First, we should delay the handover of sovereignty past June 30. Yes, this would exacerbate suspicions among Iraqis about our ultimate intentions there and offer a pretext for more violence. But there is not now, nor will there be by June 30, a functioning Iraqi government—let alone a viable state—to transfer sovereignty to. None of the conceivable governing entities that might be set up by then will have the necessary legitimacy. Indeed, the interim constitution that is to form the basis of post-occupation governance has been rejected by the most powerful political figure in Iraq, the relatively moderate Grand Ayatollah Ali Sistani, who holds sway over the majority Shiite population. And even after a handover, the most basic governing functions will remain the responsibility of the United States. Crucially, U.S. troops will continue to call the tune—and all Iraqi security forces will remain under U.S. command. Under these circumstances, Iraqi sovereignty will be a sham and the Iraqi people will know it.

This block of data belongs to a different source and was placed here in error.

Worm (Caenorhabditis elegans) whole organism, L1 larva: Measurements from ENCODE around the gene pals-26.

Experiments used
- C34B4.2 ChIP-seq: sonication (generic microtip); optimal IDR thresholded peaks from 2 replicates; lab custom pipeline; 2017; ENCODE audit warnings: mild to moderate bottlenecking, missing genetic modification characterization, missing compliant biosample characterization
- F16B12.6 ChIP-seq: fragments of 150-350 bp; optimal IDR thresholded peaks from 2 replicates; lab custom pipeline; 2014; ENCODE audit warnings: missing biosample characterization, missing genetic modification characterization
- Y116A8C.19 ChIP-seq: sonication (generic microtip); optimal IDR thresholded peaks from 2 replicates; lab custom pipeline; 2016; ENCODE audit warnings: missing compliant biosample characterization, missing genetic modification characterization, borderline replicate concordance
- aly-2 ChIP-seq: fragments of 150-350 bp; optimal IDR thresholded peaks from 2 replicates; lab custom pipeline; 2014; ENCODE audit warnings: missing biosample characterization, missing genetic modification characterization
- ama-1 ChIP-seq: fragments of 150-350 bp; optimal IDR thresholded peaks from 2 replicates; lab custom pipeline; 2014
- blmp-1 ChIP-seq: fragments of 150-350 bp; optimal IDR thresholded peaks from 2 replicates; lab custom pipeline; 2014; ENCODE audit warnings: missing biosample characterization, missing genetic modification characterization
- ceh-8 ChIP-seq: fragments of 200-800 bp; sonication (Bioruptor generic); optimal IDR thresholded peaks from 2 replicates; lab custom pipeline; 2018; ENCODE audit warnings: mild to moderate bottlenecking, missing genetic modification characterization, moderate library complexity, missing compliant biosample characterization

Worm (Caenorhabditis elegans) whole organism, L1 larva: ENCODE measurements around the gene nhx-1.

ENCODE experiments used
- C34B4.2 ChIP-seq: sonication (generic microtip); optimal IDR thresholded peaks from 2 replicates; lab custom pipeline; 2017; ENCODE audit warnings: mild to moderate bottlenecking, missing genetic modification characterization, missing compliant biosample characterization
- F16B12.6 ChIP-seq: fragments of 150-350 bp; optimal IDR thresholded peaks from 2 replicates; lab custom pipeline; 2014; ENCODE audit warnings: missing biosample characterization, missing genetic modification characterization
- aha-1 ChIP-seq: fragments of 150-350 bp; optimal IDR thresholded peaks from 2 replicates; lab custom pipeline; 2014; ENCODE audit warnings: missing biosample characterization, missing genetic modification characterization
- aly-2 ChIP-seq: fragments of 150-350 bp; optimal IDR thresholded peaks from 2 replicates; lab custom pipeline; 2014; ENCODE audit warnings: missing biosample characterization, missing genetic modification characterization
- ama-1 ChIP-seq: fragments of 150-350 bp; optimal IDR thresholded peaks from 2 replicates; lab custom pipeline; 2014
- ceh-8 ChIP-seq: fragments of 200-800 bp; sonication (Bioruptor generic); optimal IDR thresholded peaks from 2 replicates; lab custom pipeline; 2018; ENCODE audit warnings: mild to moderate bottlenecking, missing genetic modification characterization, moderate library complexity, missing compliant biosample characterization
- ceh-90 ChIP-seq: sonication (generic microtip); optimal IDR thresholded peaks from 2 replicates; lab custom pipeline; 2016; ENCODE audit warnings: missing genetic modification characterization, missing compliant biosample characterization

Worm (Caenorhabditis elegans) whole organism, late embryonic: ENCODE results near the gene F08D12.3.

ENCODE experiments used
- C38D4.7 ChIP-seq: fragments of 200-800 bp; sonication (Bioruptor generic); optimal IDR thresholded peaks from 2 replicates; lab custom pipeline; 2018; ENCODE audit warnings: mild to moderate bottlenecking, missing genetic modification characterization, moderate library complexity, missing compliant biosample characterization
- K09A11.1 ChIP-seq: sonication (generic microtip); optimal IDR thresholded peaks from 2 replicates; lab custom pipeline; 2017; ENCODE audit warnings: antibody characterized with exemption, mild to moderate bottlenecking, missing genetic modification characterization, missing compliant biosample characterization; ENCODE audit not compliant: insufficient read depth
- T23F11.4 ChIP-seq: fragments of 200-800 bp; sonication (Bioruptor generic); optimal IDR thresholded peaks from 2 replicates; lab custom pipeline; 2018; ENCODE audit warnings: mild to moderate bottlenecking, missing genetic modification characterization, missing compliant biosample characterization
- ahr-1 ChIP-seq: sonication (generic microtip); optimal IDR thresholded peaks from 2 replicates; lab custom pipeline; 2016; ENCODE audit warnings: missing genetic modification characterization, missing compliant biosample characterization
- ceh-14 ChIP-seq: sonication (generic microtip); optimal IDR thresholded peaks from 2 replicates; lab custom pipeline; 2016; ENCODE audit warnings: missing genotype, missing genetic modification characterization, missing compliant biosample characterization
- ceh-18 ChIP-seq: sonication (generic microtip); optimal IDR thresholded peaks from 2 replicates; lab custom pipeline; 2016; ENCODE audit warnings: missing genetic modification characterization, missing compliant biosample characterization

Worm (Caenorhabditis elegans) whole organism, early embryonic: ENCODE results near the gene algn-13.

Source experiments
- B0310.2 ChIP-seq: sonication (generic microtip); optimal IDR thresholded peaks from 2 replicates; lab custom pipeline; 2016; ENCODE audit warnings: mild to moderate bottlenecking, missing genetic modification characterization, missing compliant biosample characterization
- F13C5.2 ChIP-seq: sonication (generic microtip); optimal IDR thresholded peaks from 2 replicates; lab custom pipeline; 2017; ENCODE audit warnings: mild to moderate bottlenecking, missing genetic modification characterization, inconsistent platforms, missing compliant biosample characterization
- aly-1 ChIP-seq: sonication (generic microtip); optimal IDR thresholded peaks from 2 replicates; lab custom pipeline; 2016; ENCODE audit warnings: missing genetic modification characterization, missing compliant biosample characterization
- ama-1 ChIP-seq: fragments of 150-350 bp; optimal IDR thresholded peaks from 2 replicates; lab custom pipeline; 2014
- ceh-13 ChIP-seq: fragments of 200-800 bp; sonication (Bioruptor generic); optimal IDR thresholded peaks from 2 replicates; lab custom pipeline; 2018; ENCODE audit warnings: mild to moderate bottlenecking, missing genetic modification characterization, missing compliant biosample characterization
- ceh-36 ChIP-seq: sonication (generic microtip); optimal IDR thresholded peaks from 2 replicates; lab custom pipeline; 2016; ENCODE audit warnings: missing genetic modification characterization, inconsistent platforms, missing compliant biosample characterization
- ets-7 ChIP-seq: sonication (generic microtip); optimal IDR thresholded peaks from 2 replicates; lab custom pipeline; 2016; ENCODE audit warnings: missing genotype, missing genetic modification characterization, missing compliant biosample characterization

Second, we should pledge instead that the turnover of sovereignty will come as soon as a legitimate national assembly is formed after national elections (one hopes by early next year). The assembly would be responsible for appointing a transitional government and drawing up a new constitution. This should reassure Ayatollah Sistani and give him a stake in helping to create a situation conducive to the elections. It should also strengthen his hand against Shiite radicals, such as Moqtada Sadr, who are benefiting politically from military confrontation with the United States.
Third, rather than pulling back or reducing our forces, we should reinforce them. Elections will require security. Even if our military commanders and their Pentagon civilian leaders (who have consistently underestimated the necessary force levels) decide to keep some of our troops there rather than rotate them out, it is clear that deterrence of future attacks on foreign forces, and the provision of real security for Iraqis throughout the country, require far more military force than we have now. No political solution is possible without this security.